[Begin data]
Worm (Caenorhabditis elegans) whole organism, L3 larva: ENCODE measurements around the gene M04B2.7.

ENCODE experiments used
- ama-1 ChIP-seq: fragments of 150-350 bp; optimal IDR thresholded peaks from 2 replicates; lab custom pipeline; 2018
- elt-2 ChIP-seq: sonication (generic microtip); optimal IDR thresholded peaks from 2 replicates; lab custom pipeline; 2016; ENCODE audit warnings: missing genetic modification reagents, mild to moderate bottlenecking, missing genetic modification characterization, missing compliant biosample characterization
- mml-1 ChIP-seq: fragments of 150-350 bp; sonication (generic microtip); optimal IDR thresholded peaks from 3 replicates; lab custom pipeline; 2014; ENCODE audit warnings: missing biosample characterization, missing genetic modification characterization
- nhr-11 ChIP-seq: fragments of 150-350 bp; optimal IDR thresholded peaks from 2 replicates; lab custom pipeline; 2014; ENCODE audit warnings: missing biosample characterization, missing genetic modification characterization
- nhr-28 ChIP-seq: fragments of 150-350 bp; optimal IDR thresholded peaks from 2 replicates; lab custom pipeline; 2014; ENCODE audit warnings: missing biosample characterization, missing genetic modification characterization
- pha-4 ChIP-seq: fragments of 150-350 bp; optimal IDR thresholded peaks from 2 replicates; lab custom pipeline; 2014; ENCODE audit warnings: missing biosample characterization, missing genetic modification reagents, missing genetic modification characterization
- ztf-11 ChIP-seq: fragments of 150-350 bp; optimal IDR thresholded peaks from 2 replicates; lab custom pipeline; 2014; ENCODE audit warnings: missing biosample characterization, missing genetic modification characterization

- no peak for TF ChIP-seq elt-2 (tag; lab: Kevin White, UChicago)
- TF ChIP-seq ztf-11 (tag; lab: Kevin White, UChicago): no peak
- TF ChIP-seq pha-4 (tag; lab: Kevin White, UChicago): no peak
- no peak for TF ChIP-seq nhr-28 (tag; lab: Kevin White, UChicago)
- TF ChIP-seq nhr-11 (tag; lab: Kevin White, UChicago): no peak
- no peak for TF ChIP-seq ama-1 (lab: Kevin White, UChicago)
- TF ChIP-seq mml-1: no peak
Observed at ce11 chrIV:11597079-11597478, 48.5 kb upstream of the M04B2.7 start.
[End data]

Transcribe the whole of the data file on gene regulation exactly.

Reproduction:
Worm (Caenorhabditis elegans) whole organism, L3 larva: ENCODE measurements around the gene M04B2.7.

ENCODE experiments used
- ama-1 ChIP-seq: fragments of 150-350 bp; optimal IDR thresholded peaks from 2 replicates; lab custom pipeline; 2018
- elt-2 ChIP-seq: sonication (generic microtip); optimal IDR thresholded peaks from 2 replicates; lab custom pipeline; 2016; ENCODE audit warnings: missing genetic modification reagents, mild to moderate bottlenecking, missing genetic modification characterization, missing compliant biosample characterization
- mml-1 ChIP-seq: fragments of 150-350 bp; sonication (generic microtip); optimal IDR thresholded peaks from 3 replicates; lab custom pipeline; 2014; ENCODE audit warnings: missing biosample characterization, missing genetic modification characterization
- nhr-11 ChIP-seq: fragments of 150-350 bp; optimal IDR thresholded peaks from 2 replicates; lab custom pipeline; 2014; ENCODE audit warnings: missing biosample characterization, missing genetic modification characterization
- nhr-28 ChIP-seq: fragments of 150-350 bp; optimal IDR thresholded peaks from 2 replicates; lab custom pipeline; 2014; ENCODE audit warnings: missing biosample characterization, missing genetic modification characterization
- pha-4 ChIP-seq: fragments of 150-350 bp; optimal IDR thresholded peaks from 2 replicates; lab custom pipeline; 2014; ENCODE audit warnings: missing biosample characterization, missing genetic modification reagents, missing genetic modification characterization
- ztf-11 ChIP-seq: fragments of 150-350 bp; optimal IDR thresholded peaks from 2 replicates; lab custom pipeline; 2014; ENCODE audit warnings: missing biosample characterization, missing genetic modification characterization

- no peak for TF ChIP-seq elt-2 (tag; lab: Kevin White, UChicago)
- TF ChIP-seq ztf-11 (tag; lab: Kevin White, UChicago): no peak
- TF ChIP-seq pha-4 (tag; lab: Kevin White, UChicago): no peak
- no peak for TF ChIP-seq nhr-28 (tag; lab: Kevin White, UChicago)
- TF ChIP-seq nhr-11 (tag; lab: Kevin White, UChicago): no peak
- no peak for TF ChIP-seq ama-1 (lab: Kevin White, UChicago)
- TF ChIP-seq mml-1: no peak
Observed at ce11 chrIV:11597079-11597478, 48.5 kb upstream of the M04B2.7 start.